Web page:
A selection of state policy news from California, Connecticut, Florida, Georgia, Kentucky, Maryland, Minnesota, and Wisconsin.
California Healthline: Senate Committee Approves New Type Of Nursing Home
A new idea elbowed its way into the familiar pile of health care legislation in the Senate Committee on Health yesterday. A nursing home model -- the "Green House Project" -- bucks the cold, institutional feel of many long-term care facilities. ... The idea is to have a small facility laid out like a regular home, with living areas such as a dining room and kitchen, as well as a private room and bathroom for each patient (Gorn, 4/26).
Related KHN blog post: Maryland’s First Green House Project Nursing Home Aids Low-Income Seniors (Kulkarni, 4/20).
Minneapolis Star Tribune: Hospitals Tread Fine Line In Pressing Patients For Money
The consultants at Accretive Health readily admitted that a "typical hospital" doesn't do financial counseling in the emergency room. But, they boasted, they had found a way to get 15 percent of ER patients to pay upfront. They called it the "Accretive Secret Sauce." Accretive's secret was roundly attacked in a report this week by Minnesota Attorney General Lori Swanson. But in Minnesota hospitals, it's no longer unusual to approach patients in advance about paying their bills, according to hospital executives (Lerner, 4/25).
Stateline: Drug Database Dilemma
To deal with the growing problem of prescription drug abuse, Kentucky legislators enacted tougher regulations on doctors and pain management clinics. The law mandates that all physicians and pharmacists who prescribe schedule II and III drugs, such as oxycodone (OxyContin) and hydrocodone (Vicodin), check the patient’s prescription record before writing or filling a prescription. They also have to register prescriptions for those drugs in a state database within 24 hours of writing or filling the prescription (Clark, 4/26).
The Connecticut Mirror: House Votes To Legalize 'Medical Marijuana'
The House of Representatives overwhelmingly voted Wednesday night to legalize the production, distribution and use of marijuana as a palliative for the chronically ill, reviving Connecticut's role in a national debate. ... If passed by the Senate and signed by the governor as proponents expect, Connecticut will join the ranks of states with a softening attitude toward the dangers and beneficial uses of marijuana (Pazniokas, 4/25).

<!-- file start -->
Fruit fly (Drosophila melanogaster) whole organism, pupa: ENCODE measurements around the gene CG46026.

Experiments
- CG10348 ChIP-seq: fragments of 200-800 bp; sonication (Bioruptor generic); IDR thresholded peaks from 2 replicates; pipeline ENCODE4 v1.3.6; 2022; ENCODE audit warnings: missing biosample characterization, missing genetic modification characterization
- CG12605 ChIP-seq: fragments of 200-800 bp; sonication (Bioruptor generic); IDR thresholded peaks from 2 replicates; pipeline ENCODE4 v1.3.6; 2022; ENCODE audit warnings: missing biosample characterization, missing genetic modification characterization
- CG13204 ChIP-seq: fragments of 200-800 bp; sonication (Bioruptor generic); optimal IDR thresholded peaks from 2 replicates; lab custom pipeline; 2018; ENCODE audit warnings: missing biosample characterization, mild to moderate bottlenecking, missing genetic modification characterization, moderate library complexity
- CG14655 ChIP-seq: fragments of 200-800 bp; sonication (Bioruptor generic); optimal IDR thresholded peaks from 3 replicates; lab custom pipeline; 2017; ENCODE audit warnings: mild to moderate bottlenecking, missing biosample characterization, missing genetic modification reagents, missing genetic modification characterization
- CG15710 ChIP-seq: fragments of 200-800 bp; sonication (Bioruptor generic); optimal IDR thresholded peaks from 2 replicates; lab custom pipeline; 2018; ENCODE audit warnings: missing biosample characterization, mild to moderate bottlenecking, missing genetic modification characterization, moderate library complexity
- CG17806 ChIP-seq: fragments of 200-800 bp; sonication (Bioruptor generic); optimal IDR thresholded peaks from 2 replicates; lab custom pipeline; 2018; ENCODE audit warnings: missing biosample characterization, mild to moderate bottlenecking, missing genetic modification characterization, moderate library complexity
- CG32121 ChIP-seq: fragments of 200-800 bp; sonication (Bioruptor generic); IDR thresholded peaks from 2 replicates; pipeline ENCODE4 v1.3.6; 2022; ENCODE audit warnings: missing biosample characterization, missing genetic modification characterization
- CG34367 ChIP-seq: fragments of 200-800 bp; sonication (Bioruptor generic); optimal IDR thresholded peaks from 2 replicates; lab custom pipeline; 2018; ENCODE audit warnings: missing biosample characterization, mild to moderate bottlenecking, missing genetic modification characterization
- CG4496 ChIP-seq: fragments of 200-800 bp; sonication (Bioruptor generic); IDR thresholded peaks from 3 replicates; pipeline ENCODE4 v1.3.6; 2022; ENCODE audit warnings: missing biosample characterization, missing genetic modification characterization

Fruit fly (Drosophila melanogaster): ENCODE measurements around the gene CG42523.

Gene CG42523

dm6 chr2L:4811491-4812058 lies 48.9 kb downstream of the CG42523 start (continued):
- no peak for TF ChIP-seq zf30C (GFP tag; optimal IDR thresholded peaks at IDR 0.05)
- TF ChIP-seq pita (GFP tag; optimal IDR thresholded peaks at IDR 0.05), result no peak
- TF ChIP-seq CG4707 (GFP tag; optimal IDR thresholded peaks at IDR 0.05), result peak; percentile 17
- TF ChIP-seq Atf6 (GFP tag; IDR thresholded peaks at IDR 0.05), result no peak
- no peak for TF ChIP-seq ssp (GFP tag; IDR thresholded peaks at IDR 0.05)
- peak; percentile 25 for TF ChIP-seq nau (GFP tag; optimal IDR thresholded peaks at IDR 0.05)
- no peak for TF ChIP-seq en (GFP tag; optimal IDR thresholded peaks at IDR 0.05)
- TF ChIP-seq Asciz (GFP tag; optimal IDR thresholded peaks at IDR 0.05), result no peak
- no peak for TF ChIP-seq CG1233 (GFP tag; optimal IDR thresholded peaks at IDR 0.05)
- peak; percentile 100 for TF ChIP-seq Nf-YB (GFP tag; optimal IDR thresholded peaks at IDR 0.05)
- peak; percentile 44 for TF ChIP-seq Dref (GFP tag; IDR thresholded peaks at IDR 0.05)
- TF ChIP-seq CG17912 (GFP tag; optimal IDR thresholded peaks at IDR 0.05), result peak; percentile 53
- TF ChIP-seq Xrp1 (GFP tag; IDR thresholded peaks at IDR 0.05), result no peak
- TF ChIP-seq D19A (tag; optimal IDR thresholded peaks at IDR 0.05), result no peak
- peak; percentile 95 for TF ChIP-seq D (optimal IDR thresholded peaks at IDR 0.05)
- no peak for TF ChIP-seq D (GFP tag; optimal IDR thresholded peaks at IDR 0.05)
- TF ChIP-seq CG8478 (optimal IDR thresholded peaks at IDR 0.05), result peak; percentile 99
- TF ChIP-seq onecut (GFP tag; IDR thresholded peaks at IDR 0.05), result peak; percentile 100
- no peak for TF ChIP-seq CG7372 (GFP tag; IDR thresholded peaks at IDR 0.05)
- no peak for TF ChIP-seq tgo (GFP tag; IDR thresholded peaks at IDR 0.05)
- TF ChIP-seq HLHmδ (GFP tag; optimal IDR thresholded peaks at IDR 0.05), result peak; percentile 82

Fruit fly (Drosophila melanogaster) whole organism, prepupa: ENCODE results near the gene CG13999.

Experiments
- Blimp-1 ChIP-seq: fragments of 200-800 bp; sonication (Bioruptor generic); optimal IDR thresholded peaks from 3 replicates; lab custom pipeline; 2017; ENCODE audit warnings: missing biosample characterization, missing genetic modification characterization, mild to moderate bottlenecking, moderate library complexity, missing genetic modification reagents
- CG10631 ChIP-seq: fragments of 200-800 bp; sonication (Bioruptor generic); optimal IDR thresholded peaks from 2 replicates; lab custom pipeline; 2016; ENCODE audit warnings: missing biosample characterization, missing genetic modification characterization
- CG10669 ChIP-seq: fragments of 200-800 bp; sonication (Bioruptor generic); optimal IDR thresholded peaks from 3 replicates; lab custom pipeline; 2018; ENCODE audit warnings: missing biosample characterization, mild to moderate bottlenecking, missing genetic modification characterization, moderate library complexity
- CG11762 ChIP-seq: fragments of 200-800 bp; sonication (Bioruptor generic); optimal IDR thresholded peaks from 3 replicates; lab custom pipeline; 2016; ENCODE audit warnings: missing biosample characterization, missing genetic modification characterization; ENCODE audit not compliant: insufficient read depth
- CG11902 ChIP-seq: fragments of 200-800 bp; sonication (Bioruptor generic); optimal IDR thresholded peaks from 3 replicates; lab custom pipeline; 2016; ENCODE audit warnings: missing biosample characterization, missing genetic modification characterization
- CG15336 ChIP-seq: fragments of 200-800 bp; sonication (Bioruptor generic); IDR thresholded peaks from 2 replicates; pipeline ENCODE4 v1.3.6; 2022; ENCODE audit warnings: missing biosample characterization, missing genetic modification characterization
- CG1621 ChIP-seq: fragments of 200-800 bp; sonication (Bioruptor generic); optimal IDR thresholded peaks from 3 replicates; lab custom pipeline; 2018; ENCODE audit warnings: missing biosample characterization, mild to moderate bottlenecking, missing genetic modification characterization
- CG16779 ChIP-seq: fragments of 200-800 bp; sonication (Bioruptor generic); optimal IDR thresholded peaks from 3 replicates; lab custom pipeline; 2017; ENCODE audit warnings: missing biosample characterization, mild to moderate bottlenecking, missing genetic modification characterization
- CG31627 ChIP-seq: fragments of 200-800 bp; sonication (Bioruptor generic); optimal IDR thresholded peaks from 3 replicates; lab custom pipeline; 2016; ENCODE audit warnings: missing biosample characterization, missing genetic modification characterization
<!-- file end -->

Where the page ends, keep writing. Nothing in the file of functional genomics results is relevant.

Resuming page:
The Baltimore Sun: New Web Portal Provides County By County Health Data
A new state web portal was recently launched that provides this and other health data for every county in Maryland. The Maryland Department of Health and Mental Hygiene with the Hilltop Institute at the University of Maryland at Baltimore County to create the website that uses data about Medicaid recipients (Walker, 4/26).
Georgia Health News: County Rankings Show Link Between Economy, Health
A county-by-county ranking of health statistics, released earlier this month, showed a geographic divide in Georgia. Rural South and Middle Georgia counties were clustered at the bottom of the state's health rankings, and urban/suburban at the top. ... It's the second year that Partner Up for Public Health, an advocacy campaign, has generated this comparison. The top 10 and the bottom 10 show that counties tend to score well or poorly on both measures (Miller, 4/25).
Health News Florida: Suit Reveals Financial Incentives
A Clearwater doctor has filed a "whistleblower" suit against the medical practice that employed him, saying he was fired for complaining about how patients were treated. His contract offered financial incentives, such as a percent of the profits on ultrasound tests he ordered (Gentry and Clear, 4/25).
(Eau-Claire) Leader-Telegram/(St. Paul) Pioneer Press: Eau Claire OKs Health Plans For Same-Sex Couples
When Eau Claire city employees re-enroll in June for their health insurance, police Detective Clay Wanta plans to switch from single-person coverage to a limited family plan to include his partner, Pete Brandt. The 12-year Eau Claire Police Department veteran watched Tuesday, April 24, as the city council debated the cost versus the fairness of allowing domestic partnerships to qualify for the same health benefits married couples can receive. ... The council voted 10-1 in favor of extending benefits, after almost two hours of debate (Dowd, 4/25).
Mercury News / Bay Area News Group: Tobacco Industry Gearing Up To Take Down California Cigarette Tax Initiative
In what is quickly turning into another high-stakes policy battle to be decided by California voters, tobacco giants Philip Morris and R.J. Reynolds are forking over tens of millions of dollars to defeat a new tobacco tax on the June ballot. Proposition 29, which would boost taxes by $1 a pack of cigarettes to $1.87, would raise about $735 million annually, most of which would go toward cancer research (Harmon, 4/25).